This year, the winter solstice fell early on Sunday morning, which means that from now on the days are getting longer and nights shorter.
The winter solstice falls when the Earth tilts the furthest away from the Sun on its axis. In the Northern Hemisphere this usually happens around December 21st-23rd every year.
Denmark’s dark winters aren’t as severe as in Scandinavian neighbours Sweden and Norway, which both experience polar nights – when the sun doesn't rise at all for several weeks.
The long hours of darkness can still be felt in Denmark, however.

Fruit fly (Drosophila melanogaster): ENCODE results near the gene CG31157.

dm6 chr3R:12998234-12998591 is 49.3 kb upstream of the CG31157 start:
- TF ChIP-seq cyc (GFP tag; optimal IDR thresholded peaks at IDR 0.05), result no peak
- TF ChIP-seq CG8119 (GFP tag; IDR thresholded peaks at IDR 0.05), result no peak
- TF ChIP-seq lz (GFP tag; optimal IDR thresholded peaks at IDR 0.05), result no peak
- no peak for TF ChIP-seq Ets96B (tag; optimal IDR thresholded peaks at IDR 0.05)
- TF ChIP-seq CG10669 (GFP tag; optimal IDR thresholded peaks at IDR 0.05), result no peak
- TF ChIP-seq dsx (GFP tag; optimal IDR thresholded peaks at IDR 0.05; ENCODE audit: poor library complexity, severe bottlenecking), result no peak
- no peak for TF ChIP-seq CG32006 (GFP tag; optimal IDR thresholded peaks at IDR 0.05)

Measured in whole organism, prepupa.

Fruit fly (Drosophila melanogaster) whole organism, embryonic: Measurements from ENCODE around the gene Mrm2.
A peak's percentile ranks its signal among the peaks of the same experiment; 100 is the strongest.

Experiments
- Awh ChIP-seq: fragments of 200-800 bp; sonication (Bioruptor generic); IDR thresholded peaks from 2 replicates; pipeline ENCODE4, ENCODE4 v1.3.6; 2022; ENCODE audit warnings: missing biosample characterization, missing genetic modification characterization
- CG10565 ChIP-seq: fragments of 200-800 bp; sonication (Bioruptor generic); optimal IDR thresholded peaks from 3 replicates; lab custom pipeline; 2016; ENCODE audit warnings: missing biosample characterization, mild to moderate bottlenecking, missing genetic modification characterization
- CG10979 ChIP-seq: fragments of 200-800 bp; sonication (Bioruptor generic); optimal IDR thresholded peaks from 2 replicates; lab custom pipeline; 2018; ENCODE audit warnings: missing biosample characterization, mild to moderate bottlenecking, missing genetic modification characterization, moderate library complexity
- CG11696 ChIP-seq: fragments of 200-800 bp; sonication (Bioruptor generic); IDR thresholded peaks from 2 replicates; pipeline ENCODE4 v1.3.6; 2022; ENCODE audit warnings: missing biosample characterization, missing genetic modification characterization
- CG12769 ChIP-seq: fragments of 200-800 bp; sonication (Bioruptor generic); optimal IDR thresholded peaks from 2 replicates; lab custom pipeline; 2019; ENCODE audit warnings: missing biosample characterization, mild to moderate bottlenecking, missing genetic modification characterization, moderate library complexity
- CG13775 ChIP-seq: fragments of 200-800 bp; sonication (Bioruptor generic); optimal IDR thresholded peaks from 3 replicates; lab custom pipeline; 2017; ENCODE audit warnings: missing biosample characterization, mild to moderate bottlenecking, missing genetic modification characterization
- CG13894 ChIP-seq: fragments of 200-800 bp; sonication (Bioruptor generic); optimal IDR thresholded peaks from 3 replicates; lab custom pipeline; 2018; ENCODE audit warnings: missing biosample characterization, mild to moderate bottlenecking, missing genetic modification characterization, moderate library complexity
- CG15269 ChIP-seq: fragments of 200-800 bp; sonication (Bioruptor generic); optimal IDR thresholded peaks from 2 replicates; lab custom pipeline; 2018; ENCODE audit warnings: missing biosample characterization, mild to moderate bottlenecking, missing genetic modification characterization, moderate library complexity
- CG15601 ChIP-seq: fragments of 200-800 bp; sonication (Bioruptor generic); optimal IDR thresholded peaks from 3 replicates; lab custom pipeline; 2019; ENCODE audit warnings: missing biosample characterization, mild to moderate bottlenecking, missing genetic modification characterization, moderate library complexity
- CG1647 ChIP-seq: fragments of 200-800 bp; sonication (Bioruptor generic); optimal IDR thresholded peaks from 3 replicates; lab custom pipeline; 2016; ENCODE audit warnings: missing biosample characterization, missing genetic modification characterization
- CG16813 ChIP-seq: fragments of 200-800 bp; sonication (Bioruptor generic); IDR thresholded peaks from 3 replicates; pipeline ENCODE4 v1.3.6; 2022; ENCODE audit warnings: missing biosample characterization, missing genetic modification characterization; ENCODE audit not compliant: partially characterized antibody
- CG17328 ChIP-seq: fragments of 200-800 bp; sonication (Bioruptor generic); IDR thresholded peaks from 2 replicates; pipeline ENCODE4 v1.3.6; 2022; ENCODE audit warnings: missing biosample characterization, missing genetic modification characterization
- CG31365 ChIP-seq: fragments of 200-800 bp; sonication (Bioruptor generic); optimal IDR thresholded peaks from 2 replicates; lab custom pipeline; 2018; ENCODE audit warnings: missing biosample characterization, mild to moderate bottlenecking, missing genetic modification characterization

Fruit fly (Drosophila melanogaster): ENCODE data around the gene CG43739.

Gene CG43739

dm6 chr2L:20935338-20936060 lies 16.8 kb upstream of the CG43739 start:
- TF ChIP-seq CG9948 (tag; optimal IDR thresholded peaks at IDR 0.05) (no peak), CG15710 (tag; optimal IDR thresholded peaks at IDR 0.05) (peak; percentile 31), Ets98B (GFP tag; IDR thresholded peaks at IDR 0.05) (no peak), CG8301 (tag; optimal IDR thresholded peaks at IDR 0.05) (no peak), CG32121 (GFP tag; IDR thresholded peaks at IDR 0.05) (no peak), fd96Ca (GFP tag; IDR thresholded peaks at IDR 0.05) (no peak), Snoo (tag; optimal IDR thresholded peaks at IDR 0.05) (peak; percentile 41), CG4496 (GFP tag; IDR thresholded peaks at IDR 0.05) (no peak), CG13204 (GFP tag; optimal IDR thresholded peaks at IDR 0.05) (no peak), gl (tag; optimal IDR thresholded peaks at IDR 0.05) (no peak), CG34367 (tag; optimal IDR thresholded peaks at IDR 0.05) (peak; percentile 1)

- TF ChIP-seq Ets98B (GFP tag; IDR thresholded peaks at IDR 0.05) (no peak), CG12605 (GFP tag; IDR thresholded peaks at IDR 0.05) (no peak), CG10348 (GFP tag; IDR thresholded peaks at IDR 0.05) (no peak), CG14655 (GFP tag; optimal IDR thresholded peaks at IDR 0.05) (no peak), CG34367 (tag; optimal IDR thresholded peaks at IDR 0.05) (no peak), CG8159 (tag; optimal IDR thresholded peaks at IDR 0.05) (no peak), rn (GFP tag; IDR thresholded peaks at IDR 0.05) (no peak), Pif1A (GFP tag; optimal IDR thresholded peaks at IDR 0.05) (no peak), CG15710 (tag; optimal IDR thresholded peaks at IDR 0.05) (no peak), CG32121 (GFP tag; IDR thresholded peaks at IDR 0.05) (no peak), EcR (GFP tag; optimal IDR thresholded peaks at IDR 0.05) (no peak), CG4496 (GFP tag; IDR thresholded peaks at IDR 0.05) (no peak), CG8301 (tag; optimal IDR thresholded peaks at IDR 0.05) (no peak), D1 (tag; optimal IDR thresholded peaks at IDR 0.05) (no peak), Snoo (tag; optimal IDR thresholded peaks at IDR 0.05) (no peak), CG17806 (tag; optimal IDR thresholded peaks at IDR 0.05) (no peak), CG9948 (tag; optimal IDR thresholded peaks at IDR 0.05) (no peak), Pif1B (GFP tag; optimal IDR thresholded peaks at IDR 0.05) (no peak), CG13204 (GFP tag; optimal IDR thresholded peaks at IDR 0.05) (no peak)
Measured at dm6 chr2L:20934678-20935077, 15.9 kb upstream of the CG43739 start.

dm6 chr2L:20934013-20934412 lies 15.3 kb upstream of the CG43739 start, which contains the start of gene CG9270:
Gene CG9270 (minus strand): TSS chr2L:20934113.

For example, in northern city Aalborg the sun will set at 3:40pm on Monday December 23rd and rise at 8:38am on Christmas Eve. Six months ago on Midsummer's Eve, it rose at 4:25am and set at 10:19pm. These times will come again.
Although the winter solstice marks the start of the change towards longer days, it will take a while to feel any effect.
The dark feeling of the last couple of months is likely to be carried into this year’s Christmas weather in Denmark, meanwhile.
“It will be a grey Christmas this year overall,” meteorologist Bolette Brødsgaard of the Danish Meteorological Institute told Ritzau.
“Christmas Eve will have a cloudy theme, and unfortunately also some rain now and then, so remember your umbrella,” Brødsgaard added.
Christmas Day and Boxing Day in Denmark will be a little drier with some chance of sunshine, so Christmas walks could be a more pleasant affair on these days.